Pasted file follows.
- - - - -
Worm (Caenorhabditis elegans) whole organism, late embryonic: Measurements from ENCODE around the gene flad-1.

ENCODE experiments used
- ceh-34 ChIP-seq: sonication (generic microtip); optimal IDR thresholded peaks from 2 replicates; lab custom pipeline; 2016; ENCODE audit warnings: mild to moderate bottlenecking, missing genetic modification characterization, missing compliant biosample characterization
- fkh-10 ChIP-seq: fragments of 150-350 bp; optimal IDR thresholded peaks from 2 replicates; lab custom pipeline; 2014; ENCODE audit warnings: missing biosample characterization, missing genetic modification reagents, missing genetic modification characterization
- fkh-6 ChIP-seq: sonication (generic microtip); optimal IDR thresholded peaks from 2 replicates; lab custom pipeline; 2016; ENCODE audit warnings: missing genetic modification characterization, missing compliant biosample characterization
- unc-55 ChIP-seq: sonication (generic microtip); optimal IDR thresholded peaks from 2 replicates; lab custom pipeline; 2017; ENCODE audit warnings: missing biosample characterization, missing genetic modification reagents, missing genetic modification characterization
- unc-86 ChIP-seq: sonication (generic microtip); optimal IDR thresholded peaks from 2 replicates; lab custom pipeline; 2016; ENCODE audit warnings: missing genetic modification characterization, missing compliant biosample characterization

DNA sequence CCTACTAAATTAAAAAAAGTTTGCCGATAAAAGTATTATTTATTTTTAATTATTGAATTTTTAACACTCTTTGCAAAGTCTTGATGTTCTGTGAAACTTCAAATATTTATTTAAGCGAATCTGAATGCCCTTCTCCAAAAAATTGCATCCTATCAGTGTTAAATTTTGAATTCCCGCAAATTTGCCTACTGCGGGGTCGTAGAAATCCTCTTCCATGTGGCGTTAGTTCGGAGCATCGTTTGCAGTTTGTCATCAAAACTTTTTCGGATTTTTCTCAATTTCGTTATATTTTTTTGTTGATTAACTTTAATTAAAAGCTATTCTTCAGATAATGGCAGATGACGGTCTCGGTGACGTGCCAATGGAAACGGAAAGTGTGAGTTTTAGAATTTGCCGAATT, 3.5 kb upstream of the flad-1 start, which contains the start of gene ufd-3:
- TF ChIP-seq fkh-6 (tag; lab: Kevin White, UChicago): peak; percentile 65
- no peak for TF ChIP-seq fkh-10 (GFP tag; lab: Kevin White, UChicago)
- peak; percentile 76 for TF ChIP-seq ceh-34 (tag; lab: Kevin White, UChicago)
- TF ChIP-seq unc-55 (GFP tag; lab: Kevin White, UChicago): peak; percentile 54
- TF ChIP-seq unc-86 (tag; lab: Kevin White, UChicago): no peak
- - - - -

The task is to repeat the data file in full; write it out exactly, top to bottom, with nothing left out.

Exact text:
Worm (Caenorhabditis elegans) whole organism, late embryonic: Measurements from ENCODE around the gene flad-1.

ENCODE experiments used
- ceh-34 ChIP-seq: sonication (generic microtip); optimal IDR thresholded peaks from 2 replicates; lab custom pipeline; 2016; ENCODE audit warnings: mild to moderate bottlenecking, missing genetic modification characterization, missing compliant biosample characterization
- fkh-10 ChIP-seq: fragments of 150-350 bp; optimal IDR thresholded peaks from 2 replicates; lab custom pipeline; 2014; ENCODE audit warnings: missing biosample characterization, missing genetic modification reagents, missing genetic modification characterization
- fkh-6 ChIP-seq: sonication (generic microtip); optimal IDR thresholded peaks from 2 replicates; lab custom pipeline; 2016; ENCODE audit warnings: missing genetic modification characterization, missing compliant biosample characterization
- unc-55 ChIP-seq: sonication (generic microtip); optimal IDR thresholded peaks from 2 replicates; lab custom pipeline; 2017; ENCODE audit warnings: missing biosample characterization, missing genetic modification reagents, missing genetic modification characterization
- unc-86 ChIP-seq: sonication (generic microtip); optimal IDR thresholded peaks from 2 replicates; lab custom pipeline; 2016; ENCODE audit warnings: missing genetic modification characterization, missing compliant biosample characterization

DNA sequence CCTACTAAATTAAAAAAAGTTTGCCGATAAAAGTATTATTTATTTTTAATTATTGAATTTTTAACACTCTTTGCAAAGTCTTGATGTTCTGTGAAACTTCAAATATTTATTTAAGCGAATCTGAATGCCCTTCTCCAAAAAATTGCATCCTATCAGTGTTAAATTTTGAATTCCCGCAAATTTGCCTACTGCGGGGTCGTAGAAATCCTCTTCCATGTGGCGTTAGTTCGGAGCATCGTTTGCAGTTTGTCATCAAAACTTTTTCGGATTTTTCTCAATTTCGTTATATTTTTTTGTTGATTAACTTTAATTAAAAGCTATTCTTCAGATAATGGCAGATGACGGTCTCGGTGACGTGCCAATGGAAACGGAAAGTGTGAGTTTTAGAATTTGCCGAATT, 3.5 kb upstream of the flad-1 start, which contains the start of gene ufd-3:
- TF ChIP-seq fkh-6 (tag; lab: Kevin White, UChicago): peak; percentile 65
- no peak for TF ChIP-seq fkh-10 (GFP tag; lab: Kevin White, UChicago)
- peak; percentile 76 for TF ChIP-seq ceh-34 (tag; lab: Kevin White, UChicago)
- TF ChIP-seq unc-55 (GFP tag; lab: Kevin White, UChicago): peak; percentile 54
- TF ChIP-seq unc-86 (tag; lab: Kevin White, UChicago): no peak